For example, when a finished floor is slated for installation over a concrete subfloor, a warranty for that floor might call for a calcium chloride test to determine the amount of moisture the concrete releases in a specified time. This test would be conducted to ensure the concrete is not giving off more moisture than the floor manufacturer recommends. Flooring manufacturers do not recommend placing a wood floor directly over a concrete floor with a reading over 3.5 to 4 pounds per thousand square feet for 24 hours as determined in a test conducted over a 72-hour period.
According to the National Wood Flooring Association Appendix C - Moisture Guidelines and Moisture Testing, Calcium Chloride Test - ASTM F-1869, typical limits for direct glue-down wood flooring are 3 pounds. When readings are over 3 pounds and up to 7 pounds, the National Wood Flooring Association suggests you must use a vapor retarder and, further, notes that a reading over 7 pounds may not be acceptable for wood flooring installation.
Given that many kinds of finished floors carry recommendations that moisture limits not exceed 3.5 to 4 pounds per thousand square feet in 24 hours, a warranty that carries a moisture guarantee much higher than that has no added value over one that does not mention such high numbers. So that aspect of the warranty would be moot anyway.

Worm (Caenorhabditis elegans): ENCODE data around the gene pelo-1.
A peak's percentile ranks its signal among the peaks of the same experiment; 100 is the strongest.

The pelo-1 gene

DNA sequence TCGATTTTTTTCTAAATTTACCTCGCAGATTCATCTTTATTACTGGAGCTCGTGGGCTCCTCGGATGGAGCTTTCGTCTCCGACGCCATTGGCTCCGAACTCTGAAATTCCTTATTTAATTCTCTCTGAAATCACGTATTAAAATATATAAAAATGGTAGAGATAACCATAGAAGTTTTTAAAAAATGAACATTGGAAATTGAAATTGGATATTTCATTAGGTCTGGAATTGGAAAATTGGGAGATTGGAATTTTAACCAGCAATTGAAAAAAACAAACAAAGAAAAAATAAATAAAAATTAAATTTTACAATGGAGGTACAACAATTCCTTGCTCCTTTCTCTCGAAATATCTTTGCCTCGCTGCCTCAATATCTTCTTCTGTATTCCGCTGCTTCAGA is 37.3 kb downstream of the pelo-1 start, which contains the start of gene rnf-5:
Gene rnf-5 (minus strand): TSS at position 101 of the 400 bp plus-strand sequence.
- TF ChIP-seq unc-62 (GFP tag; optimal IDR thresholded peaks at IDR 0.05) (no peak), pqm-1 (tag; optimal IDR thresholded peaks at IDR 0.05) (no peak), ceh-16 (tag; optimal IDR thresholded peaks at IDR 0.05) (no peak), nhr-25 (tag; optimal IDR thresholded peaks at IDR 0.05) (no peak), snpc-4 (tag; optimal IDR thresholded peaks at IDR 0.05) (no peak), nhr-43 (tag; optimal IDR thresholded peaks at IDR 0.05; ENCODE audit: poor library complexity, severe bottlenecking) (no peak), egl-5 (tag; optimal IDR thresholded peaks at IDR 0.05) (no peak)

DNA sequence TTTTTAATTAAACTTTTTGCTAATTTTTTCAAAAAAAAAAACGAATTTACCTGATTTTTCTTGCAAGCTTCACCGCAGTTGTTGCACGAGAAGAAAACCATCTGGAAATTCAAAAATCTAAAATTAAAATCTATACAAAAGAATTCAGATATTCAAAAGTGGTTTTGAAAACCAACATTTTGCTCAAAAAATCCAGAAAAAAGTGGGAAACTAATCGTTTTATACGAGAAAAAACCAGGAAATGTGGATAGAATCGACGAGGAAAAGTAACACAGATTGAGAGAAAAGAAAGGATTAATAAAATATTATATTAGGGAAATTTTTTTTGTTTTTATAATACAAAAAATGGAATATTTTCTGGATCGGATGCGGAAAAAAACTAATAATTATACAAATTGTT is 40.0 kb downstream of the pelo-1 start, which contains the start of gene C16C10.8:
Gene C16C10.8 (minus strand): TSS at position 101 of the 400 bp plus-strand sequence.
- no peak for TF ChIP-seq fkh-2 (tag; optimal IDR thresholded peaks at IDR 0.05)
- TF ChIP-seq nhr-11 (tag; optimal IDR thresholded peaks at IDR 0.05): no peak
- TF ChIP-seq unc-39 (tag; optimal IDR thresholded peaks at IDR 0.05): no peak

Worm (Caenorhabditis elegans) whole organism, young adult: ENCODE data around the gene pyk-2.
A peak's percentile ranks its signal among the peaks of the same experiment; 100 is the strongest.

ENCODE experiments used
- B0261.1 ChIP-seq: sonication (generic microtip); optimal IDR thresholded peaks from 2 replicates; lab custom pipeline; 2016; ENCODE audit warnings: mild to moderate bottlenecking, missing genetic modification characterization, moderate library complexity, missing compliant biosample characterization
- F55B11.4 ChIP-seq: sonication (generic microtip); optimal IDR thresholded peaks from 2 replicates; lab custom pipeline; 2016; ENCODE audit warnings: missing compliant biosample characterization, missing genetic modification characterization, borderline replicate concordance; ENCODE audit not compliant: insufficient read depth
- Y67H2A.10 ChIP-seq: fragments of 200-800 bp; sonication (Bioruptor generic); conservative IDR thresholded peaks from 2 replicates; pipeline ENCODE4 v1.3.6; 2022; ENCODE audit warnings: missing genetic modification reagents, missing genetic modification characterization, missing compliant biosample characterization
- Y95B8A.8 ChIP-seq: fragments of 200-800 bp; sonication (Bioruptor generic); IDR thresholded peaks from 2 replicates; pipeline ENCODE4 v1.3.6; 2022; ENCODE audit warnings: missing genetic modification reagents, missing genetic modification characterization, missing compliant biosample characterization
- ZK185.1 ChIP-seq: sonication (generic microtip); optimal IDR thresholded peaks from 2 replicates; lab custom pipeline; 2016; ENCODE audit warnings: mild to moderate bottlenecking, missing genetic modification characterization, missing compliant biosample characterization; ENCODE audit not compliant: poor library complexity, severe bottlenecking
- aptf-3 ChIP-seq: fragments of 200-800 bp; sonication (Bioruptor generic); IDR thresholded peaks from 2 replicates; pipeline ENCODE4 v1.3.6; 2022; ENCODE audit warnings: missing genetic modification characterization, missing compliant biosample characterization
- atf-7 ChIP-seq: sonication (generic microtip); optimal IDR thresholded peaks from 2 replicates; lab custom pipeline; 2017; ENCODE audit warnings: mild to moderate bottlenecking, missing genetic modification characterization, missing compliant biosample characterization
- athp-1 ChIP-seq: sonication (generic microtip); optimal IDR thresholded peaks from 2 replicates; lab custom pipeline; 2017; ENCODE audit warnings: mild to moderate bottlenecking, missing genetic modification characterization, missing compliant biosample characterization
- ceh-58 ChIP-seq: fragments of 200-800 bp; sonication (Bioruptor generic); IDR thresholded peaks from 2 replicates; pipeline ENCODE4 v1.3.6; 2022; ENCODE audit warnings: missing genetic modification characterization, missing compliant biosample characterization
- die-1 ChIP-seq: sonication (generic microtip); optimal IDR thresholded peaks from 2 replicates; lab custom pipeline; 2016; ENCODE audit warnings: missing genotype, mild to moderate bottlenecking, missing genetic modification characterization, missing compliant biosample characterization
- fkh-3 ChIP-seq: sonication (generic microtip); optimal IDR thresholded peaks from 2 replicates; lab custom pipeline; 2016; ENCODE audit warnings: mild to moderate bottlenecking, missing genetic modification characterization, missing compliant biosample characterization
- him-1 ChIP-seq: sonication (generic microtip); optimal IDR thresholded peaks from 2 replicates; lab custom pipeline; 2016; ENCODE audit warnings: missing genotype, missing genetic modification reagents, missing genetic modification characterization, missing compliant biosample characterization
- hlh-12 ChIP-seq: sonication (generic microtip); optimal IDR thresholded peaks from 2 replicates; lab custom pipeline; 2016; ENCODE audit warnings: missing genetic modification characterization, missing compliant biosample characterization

Even if the moisture released is within acceptable limits, how is that moisture addressed? Some moisture barriers in underlayment contain and retain moisture while others dissipate the moisture, which is better.
In evaluating underlayment for sound transmission, acoustical experts often compare test results that define how well a floor/ceiling assembly insulates against noise created from impact and from airborne vibration.
IIC is a popular impact sound insulation test. An IIC rating typically ranges between 20 and 80. The International Building Code minimum standards for multi-family dwellings are 50 for new construction (45 if field tested in a building after the floor installation is complete). A minimum of 50 is also a common requirement for condominium and high-rise associations. Local codes may supersede national codes and can be even more stringent. For example, the City of Los Angeles requires IIC and STC of 50 or above and a field test (FIIC and FSTC) at the same rating.
When a manufacturer of underlayment touts substantially higher IIC ratings, check to see how those ratings were achieved. Test results for underlayment materials that are reported without revealing the composition of the entire floor assembly may not be repeatable in a “typical” floor assembly. If a product carries particularly high numbers, be sure to request the complete test report including a description of the entire test sample.
If a manufacturer claims in its warranty that the underlayment provides a thermal break, the manufacturer’s sales material should include the insulating value and explain how it was achieved with that floor assembly. (An R-value of .50 is generally considered adequate to add to the overall energy efficiency of the floor assembly.)
Reading the fine print on a warranty can help protect your customers and your business by making sure that the product can support the application and that the manufacturer stands behind it.